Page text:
The University and College Union does some sterling work in supporting the interests of staff in the higher education sector – but their commitment to Post Qualification Applications has always surprised and confused me.
It feels like UCU does a report every year on PQA – this year’s version (co-badged with NEON) is again written by Graham Atherton and is framed as a response to the ongoing DfE consultation (you have till 13 May to submit a response – please do). So we get the usual list of “advantages” of PQA as an opening:
- Around 80 per cent of A level grades are incorrectly predicted, and this can lead to undermatching
- Removing early applications would allow applicants to focus more on L3 qualifications and less on juggling offers and choosing universities
- Applicants entering through clearing (mostly from an ethnic minority background) are less happy with their choice of course and provider
We don’t get the “global norm” argument – perhaps because you have to substantially bend your understanding of major international systems to see them as PQA-adjacent.
Now, each of these is arguable. Most prediction error involves over-estimating performance – it happens at pretty reliable levels year on year, and most admissions teams are already able to deal with the phenomenon – there is little evidence of systematic undermatching, particularly among students with disadvantaged backgrounds (it does happen, but it is very rare).
Simply removing the January application deadline very clearly does not stop applicants thinking about which course and university to apply to during the end of their final year of study. The difference with the January deadline is that a lot of these concerns stop after the form goes in, and the decisions are made with the support of teachers rather than during the summer break.
And the research does suggest (UCAS research, no less) that students who make their choice of course and provider later in the cycle do tend not to continue – in particular students entering through clearing. A move to PQA would push more students to make a decision at this point.
UCU’s proposal is essentially similar to what was set out in 2019 – a later start to the university term for first years to facilitate an “applications week” in early August with decisions released in the third week of September, with guidance on decision making available throughout years 10 to 13 and expressions of interest (here down to 5 from 12) to providers made round about the time of the current January deadline.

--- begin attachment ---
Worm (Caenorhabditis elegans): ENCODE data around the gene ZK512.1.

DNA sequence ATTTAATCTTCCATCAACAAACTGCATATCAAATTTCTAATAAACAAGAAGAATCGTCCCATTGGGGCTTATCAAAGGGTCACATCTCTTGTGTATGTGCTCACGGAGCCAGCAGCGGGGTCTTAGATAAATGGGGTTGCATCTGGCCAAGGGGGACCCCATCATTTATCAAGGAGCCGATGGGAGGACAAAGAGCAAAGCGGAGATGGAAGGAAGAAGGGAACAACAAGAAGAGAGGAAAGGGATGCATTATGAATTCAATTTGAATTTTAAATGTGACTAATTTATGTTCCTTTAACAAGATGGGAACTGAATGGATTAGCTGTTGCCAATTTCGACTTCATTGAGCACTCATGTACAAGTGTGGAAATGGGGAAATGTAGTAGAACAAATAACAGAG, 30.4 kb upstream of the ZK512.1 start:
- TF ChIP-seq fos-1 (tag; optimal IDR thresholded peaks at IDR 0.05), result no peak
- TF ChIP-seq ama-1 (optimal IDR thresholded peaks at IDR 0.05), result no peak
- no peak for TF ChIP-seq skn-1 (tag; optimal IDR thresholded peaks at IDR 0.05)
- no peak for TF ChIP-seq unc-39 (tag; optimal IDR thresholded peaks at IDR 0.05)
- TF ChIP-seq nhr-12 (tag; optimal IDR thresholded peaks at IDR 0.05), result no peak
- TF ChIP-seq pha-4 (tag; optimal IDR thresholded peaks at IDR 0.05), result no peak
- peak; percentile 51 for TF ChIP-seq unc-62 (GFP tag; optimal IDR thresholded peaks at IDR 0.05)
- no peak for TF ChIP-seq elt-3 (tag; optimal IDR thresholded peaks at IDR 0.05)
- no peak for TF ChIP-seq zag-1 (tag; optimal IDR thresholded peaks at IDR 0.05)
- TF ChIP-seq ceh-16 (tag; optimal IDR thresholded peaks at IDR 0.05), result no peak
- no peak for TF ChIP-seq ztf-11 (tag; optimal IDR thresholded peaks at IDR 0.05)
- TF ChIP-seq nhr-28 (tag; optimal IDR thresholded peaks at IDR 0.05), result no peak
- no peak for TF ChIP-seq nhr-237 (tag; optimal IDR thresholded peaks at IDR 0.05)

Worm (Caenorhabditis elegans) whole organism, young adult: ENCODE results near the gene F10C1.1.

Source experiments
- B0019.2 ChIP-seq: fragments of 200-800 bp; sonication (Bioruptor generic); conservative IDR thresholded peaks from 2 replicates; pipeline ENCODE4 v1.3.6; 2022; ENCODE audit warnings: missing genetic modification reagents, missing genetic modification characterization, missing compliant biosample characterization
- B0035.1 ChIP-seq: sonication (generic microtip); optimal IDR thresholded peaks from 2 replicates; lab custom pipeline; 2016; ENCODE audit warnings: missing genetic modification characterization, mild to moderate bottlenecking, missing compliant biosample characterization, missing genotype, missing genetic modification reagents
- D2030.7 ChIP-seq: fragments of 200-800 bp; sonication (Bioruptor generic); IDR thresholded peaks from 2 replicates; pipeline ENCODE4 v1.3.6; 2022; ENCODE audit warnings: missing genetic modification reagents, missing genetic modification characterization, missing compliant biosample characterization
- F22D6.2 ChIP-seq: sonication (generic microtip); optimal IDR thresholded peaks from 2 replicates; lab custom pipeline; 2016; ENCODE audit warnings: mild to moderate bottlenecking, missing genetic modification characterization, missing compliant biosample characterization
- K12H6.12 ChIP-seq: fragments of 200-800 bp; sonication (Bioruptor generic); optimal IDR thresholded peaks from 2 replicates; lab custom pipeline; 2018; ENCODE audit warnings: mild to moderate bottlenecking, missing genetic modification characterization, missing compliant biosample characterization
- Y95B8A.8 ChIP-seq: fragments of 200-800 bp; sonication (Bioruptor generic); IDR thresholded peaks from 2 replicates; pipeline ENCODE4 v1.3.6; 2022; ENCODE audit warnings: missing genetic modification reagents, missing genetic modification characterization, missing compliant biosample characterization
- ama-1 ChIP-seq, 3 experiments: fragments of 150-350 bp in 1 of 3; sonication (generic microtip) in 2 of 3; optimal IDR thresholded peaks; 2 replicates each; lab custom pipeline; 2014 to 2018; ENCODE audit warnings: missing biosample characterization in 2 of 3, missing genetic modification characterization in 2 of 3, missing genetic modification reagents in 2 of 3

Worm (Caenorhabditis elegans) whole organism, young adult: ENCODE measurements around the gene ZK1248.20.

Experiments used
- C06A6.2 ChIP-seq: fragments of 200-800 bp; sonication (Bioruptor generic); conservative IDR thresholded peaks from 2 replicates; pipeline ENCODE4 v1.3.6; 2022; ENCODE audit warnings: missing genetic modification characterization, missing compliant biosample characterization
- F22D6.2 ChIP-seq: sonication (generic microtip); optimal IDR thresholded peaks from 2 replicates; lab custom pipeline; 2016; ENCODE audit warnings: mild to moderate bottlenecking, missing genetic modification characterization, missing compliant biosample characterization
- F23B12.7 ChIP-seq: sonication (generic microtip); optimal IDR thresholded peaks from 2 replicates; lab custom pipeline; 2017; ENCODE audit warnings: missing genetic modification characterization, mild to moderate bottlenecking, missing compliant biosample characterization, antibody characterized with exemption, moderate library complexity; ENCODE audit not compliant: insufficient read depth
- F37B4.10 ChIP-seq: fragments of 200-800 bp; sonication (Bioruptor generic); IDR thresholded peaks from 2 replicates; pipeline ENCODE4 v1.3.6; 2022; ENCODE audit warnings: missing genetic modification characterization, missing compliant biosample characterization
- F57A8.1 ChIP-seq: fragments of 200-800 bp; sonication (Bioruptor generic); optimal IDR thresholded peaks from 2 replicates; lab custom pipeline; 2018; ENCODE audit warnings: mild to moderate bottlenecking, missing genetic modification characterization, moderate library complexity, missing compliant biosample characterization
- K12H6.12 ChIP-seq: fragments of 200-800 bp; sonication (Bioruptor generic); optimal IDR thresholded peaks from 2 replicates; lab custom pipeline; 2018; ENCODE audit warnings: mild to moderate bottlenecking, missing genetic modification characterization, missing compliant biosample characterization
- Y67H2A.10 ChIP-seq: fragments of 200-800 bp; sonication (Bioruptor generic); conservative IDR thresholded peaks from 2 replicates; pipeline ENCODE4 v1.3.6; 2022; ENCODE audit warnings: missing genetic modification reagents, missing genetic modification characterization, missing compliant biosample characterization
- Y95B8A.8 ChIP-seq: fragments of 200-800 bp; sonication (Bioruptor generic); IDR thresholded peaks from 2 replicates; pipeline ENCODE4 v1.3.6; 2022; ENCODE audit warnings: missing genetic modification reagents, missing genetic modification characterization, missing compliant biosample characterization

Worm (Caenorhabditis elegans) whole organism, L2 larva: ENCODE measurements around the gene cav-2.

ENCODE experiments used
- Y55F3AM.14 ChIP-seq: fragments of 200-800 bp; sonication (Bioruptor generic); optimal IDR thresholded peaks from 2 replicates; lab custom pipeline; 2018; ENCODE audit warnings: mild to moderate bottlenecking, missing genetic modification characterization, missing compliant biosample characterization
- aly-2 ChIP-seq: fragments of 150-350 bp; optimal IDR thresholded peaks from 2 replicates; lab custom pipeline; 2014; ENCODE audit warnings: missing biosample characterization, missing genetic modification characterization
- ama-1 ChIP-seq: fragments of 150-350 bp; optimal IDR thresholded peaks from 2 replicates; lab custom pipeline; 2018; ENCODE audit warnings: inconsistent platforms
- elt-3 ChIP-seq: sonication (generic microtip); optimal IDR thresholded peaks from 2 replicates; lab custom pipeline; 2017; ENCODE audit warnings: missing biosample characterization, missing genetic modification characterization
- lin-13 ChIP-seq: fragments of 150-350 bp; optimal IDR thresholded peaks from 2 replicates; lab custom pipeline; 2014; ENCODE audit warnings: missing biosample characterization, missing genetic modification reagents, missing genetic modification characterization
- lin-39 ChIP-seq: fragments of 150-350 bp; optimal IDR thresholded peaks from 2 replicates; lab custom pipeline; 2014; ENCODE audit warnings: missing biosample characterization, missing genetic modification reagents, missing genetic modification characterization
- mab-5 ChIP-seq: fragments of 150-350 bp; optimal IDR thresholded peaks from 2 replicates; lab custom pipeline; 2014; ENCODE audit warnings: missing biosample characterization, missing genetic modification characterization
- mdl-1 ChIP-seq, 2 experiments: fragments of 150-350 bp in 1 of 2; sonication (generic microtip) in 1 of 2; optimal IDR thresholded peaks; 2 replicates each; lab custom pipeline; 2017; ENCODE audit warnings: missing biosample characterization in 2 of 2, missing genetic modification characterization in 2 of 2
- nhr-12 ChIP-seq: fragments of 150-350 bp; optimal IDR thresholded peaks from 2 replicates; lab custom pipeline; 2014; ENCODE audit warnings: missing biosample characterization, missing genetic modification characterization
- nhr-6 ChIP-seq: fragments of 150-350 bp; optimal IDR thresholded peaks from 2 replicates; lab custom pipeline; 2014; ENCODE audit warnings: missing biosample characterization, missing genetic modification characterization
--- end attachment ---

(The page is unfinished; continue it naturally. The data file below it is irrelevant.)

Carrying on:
Things to welcome
What is welcome in this year’s version is a commitment making A levels less of a high stakes examination, recognising that a PQA system would exacerbate the current issues. Here the issues with the DfE PQA model are noted, and the greatly enhanced applicant support argued for in the rest of the report is put forward as a solution. The PQO model is dismissed as an insufficient enhancement of applicant choice.
It is worth paying attention to a very sensible set of accommodations for particular groups of students within the 2021 report (chapter 5). UCU calls for a more central role for planning capacity for courses that require interviews or are accredited by professional bodies, and highlights the issue with international applications (suggesting at one point that international students should apply as currently while home students use a PQA system).
It’s clear that advice and guidance needs to be a core component of any application model (PQA or otherwise), and we should welcome the report for highlighting this. And I’d agree that the DfE consultation does offer a “window of opportunity” to examine university applications – if we end up with better careers advice and better application support, rather than PQA, I’d be quite happy with that.